The healthcare industry has a language of its own. It consists of clinical jargon, an endless list of acronyms, and buzzwords that are too vaguely defined to hold much meaning.
A panel of healthcare data experts broke down some of healthcare’s most common buzzwords on Sunday at HLTH 2022 in Las Vegas. While the panelists agreed that many industry professionals still struggle to grasp the true denotations of words and phrases like “interoperability” and “reimagining healthcare,” the experts said these terms can be quite meaningful once they’re unpacked.
Troy Bannister, CEO of healthcare API platform Particle Health, joked that interoperability “literally means nothing, because no one can agree on what it means.” To him, the term refers to “the right data at the right place at the right time.”
Interoperability is a hard thing to achieve because it requires various healthcare stakeholders to be on the same page and align their incentives, Bannister pointed out. He noted that there’s been an “enormous amount of regulatory push” over the last few years to address this problem.
The federal government introduced two key rules last year that will play a large part in advancing interoperability, according to Bannister. The first is Section 4004 of the 21st Century Cures Act, which allows HHS to step in and stop information blocking practices that obstruct legally viable requests for healthcare data. The second is the Trusted Exchange Framework and Common Agreement, a rule that will begin going into effect in early 2023. It aims to establish a universal floor for interoperability across the U.S.
“These two rules in combination are going to create a very different playing field for moving information around from different stakeholders,” Bannister said.
Komodo Health CEO Arif Nathoo said he likes the phrase “reimagining healthcare” because it “allows all of us to make it sound like our jobs are really important and motivate people to actually do something that we all think is good for society.”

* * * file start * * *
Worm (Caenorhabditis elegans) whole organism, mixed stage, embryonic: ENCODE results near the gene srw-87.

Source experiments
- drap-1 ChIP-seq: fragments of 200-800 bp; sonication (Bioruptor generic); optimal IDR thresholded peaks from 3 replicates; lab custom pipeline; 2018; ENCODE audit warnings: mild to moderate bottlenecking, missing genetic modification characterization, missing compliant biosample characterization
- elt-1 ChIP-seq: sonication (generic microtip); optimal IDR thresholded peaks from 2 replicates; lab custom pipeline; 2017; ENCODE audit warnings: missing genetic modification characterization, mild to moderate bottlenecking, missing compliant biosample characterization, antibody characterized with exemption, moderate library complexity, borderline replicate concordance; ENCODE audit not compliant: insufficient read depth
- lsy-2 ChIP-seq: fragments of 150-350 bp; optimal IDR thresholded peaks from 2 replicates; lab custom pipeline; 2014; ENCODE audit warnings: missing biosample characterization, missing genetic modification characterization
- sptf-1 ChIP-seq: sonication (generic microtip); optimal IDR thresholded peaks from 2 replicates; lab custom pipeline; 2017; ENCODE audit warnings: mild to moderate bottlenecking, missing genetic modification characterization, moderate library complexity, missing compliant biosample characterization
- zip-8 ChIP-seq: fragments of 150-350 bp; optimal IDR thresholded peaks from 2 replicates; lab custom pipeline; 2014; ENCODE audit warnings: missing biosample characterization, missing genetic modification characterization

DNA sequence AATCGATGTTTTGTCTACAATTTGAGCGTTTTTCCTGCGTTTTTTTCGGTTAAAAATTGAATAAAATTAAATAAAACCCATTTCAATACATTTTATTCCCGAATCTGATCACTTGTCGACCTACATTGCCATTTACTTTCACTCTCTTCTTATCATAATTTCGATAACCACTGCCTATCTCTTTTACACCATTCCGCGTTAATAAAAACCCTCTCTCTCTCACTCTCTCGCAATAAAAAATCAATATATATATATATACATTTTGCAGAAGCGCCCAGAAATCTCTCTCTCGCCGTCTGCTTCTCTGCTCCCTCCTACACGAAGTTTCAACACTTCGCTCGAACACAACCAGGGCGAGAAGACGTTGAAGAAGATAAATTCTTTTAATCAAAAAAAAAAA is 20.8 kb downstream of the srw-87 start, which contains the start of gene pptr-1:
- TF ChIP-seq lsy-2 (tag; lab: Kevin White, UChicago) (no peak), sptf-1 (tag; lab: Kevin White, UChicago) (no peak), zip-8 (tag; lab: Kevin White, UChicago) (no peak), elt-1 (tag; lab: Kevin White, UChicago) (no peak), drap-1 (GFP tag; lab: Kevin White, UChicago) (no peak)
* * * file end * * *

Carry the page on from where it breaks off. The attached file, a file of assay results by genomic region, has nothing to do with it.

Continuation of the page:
To Nathoo, the phrase refers to the idea that providers and other healthcare companies are identifying the patterns that lead to poor health outcomes, and they’re working to address these patterns with the right technology.
Aashima Gupta, Google’s global director of healthcare solutions, agreed. She said the phrase refers to healthcare companies’ efforts to leverage their knowledge and data in a way that makes Americans’ healthcare experiences more “accessible, affordable and enjoyable.”
Data science refers to the derivation of insights from data, according to Najat Khan, Janssen’s chief data science officer.
“Data itself is not useful unless you derive insights that help you make decisions to improve healthcare or a patient’s life” she said.
When healthcare stakeholders talk about data science, they are referring to their efforts to mine trends from data so that they can enable better outcomes, according to Khan. This can take many forms, from examining patient data to find out what causes Alzheimer’s disease to analyzing hospital admissions data to determine how preventable emergency department visits can be avoided.
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